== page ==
India’s shares rose, reversing earlier losses after the price of crude oil, the country’s biggest import, slipped to a 14-month low. The benchmark S&P BSE Sensex rose 0.2% to 36,347.08 in Mumbai, after falling as much as 0.6% earlier in the session. The NSE Nifty 50 Index also climbed 0.2%. Brent crude dropped as much as 4% to $57.20 a barrel, its lowest level since October 2017, data compiled by Bloomberg shows. This added to the rupee’s strength, which rose as much as 1.2% against the dollar to touch its strongest level since December 7. Crude is mired in a bear market as scepticism grows over how output cuts pledged by the Organisation of Petroleum Exporting Countries and its allies will be implemented.
Fifteen of the 19 sector indexes compiled by BSE advanced, led by a gauge of power shares. ICICI Bank and Larsen & Toubro gave the biggest boosts to the benchmark, while Sun Pharmaceuticals Industries also outperformed.Spicejet climbed as much as 8.2% while InterGlobe Aviation advanced as much as 6.1%; Hindustan Petroleum Corp, Bharat Petroleum Corp and Indian Oil Corp rose at least 1.5% on lower crude. “The sharp fall in crude oil prices and the subsequent rise in the rupee has helped fresh buying in the market,” says Jitendra Panda, managing director at Peerless Securities Ltd in Kolkata. “While Opec tries to manage the output, we believe, oil prices will stabilise between $50-$60 a barrel.”
“Macro factors like benign oil prices and a moderation in pace of inflation may lead to a cut in interest rates in India,” said Chokkalingam G, managing director at Equinomics Research & Advisory in Mumbai. Meanwhile the rupee and bond prices gained after crude oil prices fell to a 14-month low, easing worries of fiscal slippage and higher inflation. The rupee hit a two-week high and gained 1.57%, its biggest single-day gain in five years, while 10-year bond prices touched a fresh eight-month high. The rupee ended at 70.45 against the dollar, a level last seen on November 30, up 1.57% from Monday’s close of 71.55. The 1.57% gain was the maximum since September 19, 2013. The currency opened at 71.33 and touched a high of 70.85 against the dollar.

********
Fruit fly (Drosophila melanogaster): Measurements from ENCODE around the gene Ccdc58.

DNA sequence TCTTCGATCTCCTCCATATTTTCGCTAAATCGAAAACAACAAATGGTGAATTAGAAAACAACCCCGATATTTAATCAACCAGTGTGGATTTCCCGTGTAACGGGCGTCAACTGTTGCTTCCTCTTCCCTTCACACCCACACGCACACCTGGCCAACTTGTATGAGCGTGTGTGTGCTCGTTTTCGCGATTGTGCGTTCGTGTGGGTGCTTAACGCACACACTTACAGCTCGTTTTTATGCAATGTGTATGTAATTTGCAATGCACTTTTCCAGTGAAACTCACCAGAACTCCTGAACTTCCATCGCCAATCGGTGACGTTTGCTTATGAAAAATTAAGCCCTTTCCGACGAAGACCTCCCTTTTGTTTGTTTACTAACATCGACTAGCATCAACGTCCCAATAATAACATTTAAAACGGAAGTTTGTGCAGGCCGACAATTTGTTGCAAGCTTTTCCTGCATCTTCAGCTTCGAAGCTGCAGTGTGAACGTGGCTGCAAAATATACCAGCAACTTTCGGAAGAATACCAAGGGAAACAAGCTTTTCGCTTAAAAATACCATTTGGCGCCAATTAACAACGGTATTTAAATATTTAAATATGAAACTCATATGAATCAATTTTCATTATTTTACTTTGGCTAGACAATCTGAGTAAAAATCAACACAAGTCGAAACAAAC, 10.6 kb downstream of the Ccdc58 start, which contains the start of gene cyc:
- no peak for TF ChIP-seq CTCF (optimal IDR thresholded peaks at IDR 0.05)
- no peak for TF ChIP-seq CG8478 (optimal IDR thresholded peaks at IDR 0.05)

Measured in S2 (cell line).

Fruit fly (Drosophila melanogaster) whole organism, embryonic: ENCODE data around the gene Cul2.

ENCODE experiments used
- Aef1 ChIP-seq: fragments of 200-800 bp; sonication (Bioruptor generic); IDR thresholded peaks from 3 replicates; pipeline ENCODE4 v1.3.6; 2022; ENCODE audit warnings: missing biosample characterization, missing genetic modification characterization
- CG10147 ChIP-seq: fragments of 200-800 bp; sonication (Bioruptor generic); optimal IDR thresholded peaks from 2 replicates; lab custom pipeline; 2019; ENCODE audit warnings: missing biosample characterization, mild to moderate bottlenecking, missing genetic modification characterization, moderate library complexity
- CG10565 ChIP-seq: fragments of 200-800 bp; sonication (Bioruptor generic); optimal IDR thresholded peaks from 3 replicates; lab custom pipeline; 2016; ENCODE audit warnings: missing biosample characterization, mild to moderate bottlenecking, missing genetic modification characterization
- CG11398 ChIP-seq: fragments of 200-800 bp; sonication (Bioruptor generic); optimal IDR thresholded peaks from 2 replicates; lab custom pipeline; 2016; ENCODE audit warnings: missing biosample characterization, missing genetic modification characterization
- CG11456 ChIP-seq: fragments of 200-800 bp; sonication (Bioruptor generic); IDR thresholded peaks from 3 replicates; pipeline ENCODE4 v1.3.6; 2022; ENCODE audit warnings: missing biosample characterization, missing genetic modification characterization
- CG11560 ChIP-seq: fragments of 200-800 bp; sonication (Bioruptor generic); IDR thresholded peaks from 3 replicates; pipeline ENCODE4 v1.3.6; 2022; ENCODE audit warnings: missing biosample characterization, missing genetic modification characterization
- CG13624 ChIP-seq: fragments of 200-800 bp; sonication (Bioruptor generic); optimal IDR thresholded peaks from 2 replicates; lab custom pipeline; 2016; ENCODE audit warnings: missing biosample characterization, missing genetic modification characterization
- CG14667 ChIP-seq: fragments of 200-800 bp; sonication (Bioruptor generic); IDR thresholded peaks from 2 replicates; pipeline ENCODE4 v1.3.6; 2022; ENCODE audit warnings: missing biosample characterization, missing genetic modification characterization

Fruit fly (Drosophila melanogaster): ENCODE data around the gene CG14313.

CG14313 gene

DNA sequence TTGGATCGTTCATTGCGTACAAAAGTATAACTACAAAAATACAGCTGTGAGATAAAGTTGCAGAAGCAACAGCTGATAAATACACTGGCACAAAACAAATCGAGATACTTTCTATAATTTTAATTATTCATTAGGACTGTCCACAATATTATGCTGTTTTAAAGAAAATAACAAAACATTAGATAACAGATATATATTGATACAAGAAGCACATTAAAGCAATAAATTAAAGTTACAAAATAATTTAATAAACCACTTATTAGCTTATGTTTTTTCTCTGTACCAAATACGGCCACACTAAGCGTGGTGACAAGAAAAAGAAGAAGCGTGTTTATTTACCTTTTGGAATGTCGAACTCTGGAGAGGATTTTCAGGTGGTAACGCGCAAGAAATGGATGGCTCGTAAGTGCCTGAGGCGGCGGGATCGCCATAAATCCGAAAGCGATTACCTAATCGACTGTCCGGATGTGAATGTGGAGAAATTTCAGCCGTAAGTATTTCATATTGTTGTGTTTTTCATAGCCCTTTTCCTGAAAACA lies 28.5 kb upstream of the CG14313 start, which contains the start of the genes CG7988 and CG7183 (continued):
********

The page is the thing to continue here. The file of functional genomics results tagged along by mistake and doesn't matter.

The 10-year government bond yield fell 12 basis points to hit an eight-month low of 7.345%, a level last seen on April 9, from its previous close of 7.461%. Bond yields and prices move in opposite directions. Brent crude prices dropped as much as 4% to $57.20 a barrel, its lowest level since October 2017, data compiled by Bloomberg showed. Year-to-date, crude oil prices are down 13.1% — a 33% fall from their 2018 peak of $86.29 per barrel seen on October 3. India’s trade deficit narrowed to $16.7bn in November from $17.1bn a month ago mainly due to a sharp fall in crude oil prices.
“If it is assumed that crude oil prices remain at the current levels and range-bound below $65 a barrel, the trade deficit should not widen significantly,” Care Rating said in a note. Continued buying interest from foreign investors also aided the rupee. FIIs bought $1.76bn in November, and $677mn in equity and debt to date in December. “This is positive for the currency because it is normally believed that FPIs withdraw from EMs during this period to book profits. The fact that the investments are positive is a strength for the balance of payments,” Care Ratings added. Care Ratings expects rupee to be around Rs70-71/$ according to current conditions, and assuming foreign portfolio investments increase and trade deficit remain under control.
Sources and photo-credits: Gulf Times, Bloomberg, Reuters